Actually, it’s top nine, readers! The first one doesn’t count – it is, in fact, a 1959 Soviet book with a title “Conversations About Housekeeping”. Forgive me, as it was my first and most precious sewing reference, inherited from my Siberian grandmother!
Photos: Chance or coincidence? My first sewing reference was printed in 1959, when USSR sanctioned the first ever couture show in the country’s capital Moscow. Yes, it’s Dior!
Later, the 1986 Russian translation of Line Jaque’s La Technique de la Coupe, which is an excellent book on patternmaking for both ready-to-wear and Haute Couture, was a real treat not only for Soviets.
The out-of-print French original can still be found on eBay or Amazon. I don’t think there is an English translation.
However, I was not ready for this book at that time, readers. Besides, the appearance of Burda on Russian magazine market in 1987 was too big for me. Photography, styling, garment styles – everything was different from the often severe design of Soviet fashion sewing magazines or books.
Fast forward to 2011, I now possess almost every book on Couture Sewing I could find on Amazon, eBay, and from thrift stores. So, today, I list these books here in no particular order – they are all unique in my opinion.
Couture Sewing Techniques by Claire Shaeffer was my second book on the subject. I never regretted buying it because it is, in my opinion, the most comprehensive document of couture construction. The author scrutinized piles of couture clothes from her own collection, museum archives and couture workrooms and revealed these secrets in the book.
Susan Khalje’s Bridal Couture is more specific as it is a book on couture bridal wear construction. Never mind if you are happily married, this book is just perfect for anyone who is interested in sewing evening or cocktail attire. Exhaustive instructions will guide you through construction of garments in, mostly, silk and lace. My advice, if you see this out-of-print book for sale, get hold of it, or purchase a PDF version on Susan’s website.
Another out-of-print book by Susan Khalje (and slightly more affordable) is her Linen and Cotton. Not readily discernible as a couture book, it contains plenty of great techniques, such as making a contoured or boned waistband, underlining, lining a garment to the edge and many more.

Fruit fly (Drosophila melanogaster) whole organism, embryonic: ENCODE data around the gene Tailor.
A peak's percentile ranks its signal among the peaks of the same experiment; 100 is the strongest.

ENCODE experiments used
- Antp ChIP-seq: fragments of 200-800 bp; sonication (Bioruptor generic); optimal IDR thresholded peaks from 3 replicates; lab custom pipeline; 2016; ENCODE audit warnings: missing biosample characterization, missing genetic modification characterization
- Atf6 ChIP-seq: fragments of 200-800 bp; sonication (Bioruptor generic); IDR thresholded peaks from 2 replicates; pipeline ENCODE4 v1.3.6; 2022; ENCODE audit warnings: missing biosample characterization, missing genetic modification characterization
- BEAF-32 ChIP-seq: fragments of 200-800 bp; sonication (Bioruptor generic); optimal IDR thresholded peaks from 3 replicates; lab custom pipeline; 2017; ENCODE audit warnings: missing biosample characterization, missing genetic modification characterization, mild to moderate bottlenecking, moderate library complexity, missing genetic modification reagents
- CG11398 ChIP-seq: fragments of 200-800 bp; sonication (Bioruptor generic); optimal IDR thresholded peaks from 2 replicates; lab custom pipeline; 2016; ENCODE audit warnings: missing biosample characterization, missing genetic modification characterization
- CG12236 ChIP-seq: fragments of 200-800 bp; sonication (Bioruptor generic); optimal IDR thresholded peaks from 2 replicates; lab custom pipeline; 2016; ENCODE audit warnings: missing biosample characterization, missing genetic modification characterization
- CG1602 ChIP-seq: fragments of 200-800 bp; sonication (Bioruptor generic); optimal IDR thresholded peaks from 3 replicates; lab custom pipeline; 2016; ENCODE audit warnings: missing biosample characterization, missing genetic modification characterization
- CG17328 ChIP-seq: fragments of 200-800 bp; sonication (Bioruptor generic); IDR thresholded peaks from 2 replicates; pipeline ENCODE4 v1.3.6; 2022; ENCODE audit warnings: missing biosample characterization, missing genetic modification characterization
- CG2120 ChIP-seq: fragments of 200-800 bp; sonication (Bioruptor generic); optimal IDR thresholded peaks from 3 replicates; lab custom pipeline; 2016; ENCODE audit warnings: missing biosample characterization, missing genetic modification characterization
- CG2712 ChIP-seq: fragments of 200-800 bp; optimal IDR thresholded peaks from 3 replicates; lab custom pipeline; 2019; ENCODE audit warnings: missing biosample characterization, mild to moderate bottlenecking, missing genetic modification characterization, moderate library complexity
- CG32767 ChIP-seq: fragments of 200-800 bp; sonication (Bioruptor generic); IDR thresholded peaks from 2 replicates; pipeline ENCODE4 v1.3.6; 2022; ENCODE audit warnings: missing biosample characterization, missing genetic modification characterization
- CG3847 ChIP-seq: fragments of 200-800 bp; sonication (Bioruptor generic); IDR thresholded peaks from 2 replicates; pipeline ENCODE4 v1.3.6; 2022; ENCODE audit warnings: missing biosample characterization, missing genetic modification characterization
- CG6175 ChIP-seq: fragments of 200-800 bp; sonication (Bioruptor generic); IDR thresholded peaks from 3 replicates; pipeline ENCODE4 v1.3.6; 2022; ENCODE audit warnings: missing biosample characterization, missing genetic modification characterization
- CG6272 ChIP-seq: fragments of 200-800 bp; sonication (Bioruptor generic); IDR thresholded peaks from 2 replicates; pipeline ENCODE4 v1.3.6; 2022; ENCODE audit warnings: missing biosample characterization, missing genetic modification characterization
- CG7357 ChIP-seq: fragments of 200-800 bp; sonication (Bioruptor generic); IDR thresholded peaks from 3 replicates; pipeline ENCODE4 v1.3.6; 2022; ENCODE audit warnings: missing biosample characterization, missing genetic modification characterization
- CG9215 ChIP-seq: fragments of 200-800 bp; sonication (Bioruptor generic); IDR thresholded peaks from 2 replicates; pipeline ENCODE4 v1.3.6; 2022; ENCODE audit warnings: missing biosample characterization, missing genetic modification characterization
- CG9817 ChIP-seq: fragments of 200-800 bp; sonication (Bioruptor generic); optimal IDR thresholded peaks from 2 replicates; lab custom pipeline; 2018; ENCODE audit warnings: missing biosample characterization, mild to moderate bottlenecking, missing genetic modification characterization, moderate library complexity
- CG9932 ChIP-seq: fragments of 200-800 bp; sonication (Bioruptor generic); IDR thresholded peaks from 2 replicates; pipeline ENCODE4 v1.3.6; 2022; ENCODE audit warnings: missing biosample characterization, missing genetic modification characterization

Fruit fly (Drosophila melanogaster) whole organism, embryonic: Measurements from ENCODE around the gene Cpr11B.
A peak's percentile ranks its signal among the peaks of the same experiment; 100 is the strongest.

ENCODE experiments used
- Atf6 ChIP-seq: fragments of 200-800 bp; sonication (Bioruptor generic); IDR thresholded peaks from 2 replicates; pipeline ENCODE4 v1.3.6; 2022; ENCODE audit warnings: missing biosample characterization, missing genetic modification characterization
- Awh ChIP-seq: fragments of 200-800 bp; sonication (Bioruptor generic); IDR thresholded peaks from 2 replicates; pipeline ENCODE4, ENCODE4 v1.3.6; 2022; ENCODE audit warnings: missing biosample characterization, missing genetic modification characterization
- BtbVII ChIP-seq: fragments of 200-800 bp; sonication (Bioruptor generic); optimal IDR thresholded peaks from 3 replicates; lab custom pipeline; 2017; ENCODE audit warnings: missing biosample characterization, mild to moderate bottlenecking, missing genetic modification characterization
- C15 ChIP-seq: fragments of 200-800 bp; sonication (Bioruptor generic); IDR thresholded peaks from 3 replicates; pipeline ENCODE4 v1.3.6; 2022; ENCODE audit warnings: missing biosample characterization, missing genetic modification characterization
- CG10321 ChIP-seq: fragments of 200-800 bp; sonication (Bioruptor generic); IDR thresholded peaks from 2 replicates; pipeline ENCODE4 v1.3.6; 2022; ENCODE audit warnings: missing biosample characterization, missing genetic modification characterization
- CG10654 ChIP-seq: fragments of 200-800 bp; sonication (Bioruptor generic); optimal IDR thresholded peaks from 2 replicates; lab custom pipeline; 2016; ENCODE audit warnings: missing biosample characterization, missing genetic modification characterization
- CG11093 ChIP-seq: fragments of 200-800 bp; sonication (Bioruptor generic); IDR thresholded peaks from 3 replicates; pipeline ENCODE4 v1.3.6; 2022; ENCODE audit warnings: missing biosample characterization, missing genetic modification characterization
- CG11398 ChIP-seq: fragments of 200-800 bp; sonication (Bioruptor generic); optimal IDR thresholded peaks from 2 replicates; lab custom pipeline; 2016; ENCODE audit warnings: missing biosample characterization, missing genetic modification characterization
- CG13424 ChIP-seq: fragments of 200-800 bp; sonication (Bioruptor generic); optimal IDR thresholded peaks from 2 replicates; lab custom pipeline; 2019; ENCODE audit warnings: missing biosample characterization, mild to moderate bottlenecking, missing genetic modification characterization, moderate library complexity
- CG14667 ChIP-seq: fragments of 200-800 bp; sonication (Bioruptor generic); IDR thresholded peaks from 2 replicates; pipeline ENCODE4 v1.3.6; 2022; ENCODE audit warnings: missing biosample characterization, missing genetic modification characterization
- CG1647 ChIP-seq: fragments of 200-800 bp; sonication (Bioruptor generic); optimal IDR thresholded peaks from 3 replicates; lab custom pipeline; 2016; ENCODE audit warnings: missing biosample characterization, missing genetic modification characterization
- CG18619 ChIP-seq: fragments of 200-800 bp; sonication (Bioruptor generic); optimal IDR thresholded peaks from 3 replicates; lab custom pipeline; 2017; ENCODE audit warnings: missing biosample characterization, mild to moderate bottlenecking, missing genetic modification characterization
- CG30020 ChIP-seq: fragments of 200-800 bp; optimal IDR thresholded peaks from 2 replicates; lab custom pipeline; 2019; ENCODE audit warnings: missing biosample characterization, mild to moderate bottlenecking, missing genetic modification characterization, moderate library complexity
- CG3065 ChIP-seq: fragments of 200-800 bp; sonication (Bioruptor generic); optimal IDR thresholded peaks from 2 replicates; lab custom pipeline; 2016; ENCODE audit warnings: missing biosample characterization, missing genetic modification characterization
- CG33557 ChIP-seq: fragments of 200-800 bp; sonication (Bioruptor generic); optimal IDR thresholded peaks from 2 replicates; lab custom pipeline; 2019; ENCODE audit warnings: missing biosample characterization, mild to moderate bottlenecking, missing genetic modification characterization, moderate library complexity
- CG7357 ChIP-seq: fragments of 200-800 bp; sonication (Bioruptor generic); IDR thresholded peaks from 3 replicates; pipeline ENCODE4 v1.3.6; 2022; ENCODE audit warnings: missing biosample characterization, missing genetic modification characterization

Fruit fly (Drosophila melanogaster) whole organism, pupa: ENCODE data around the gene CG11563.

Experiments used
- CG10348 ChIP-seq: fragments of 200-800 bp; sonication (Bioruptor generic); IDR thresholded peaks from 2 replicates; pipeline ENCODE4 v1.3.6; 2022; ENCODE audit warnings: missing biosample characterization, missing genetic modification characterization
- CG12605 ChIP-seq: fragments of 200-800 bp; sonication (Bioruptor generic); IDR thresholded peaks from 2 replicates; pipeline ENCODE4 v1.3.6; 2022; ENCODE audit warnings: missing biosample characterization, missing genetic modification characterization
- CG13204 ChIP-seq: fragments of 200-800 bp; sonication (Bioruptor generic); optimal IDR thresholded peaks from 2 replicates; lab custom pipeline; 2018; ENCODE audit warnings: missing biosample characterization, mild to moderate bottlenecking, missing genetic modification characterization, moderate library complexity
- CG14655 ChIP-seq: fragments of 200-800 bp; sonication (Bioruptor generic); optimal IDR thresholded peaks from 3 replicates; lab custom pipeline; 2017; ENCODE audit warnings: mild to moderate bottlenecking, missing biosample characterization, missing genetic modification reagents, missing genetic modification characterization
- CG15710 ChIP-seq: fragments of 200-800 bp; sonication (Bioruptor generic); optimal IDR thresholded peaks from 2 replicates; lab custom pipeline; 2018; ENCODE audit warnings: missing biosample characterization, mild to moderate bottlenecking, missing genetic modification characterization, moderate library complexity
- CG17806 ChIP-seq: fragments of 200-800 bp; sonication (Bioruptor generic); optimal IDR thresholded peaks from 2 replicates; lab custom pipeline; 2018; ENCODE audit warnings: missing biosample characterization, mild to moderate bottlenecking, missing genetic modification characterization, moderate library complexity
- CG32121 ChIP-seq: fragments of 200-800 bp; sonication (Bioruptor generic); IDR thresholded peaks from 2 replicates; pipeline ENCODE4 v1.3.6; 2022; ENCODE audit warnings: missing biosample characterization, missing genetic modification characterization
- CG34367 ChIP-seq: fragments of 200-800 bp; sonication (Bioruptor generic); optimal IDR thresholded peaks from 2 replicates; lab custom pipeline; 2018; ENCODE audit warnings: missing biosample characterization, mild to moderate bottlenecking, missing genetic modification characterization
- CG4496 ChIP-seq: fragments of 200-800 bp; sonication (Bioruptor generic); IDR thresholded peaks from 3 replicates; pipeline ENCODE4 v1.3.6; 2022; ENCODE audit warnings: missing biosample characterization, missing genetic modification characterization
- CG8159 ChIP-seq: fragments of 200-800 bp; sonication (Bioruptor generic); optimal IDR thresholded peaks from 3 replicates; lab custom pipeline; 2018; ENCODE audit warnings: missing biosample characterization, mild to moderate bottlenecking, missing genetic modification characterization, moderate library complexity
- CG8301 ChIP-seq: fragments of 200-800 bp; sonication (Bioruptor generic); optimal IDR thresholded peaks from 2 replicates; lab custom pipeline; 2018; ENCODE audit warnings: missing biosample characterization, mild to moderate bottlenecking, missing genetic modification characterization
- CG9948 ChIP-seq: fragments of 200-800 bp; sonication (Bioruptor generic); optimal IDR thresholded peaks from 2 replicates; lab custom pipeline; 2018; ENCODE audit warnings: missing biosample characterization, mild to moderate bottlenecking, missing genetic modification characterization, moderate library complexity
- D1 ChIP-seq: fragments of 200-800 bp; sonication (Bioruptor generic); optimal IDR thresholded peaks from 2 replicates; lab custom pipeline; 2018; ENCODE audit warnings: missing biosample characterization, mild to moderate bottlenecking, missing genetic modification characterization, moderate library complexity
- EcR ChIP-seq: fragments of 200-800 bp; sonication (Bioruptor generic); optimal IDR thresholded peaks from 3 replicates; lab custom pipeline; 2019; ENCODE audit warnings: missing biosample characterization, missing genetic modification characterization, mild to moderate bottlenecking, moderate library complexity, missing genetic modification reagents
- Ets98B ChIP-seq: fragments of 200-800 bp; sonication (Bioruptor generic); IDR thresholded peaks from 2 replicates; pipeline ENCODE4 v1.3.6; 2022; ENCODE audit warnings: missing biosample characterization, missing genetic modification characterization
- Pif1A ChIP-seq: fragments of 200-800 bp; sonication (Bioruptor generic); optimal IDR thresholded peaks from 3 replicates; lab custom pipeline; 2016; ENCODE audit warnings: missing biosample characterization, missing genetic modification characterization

Visual learners will love A Dressmaker’s Handbook of Couture Sewing Techniques by Lynda Maynard. Great step-by-step illustrations for almost forty techniques compensate for the fact that most of these techniques can be found in other couture or tailoring books.
For great tips on graining, pressing, darts, and bias cut, among others, consult Couture: the Art of Fine Sewing by Roberta Carr, also out-of-print. A word of warning: to enjoy this book ignore some of the garment images. Silk bomber jackets, silk crepe de chine T-shirt combined with silk sweat pants – just to name a few – you probably know what I mean.
A Collection of Sewing Tips by World Famous Designers is a set of five booklets published by Spadea – a sewing pattern company which printed some of the best designer patterns, especially in 50s and 60s. I found a lot of couture tips in these booklets: sewing single-thread dart, adding chain to jacket hems, underlining, using boning to stabilize square necklines – you name it. This collection is also available as a book, which occasionally resurfaces on eBay.
Draping: Art and Craftsmanship in Fashion Design by Annete Duburg and Rixt van der Toll is not only a great handbook on this garment construction method, but it is also a great resource for anyone who wants to recreate some of the most famous garments by Charles Frederick Worth, Madeleine Vionnet, Madame Gres, Christian Dior, André Courréges, Yves Saint Laurent, Pierre Cardin and Yohji Yamamoto.
And if you are interested in Pattern Magic of the early 20th century, and an amazing book on bias construction, get Madeleine Vionnet by Betty Kirke. Inside, 38 patterns of Vionnet’s creations produced between 1917 and 1938.
Can you believe, this is just a few of books on couture sewing and construction? I have a few more, but what about you? Do you have books on couture construction techniques? Have you been able to use them?
Marina von Koenig is a couture enthusiast blogging at Frabjous Couture.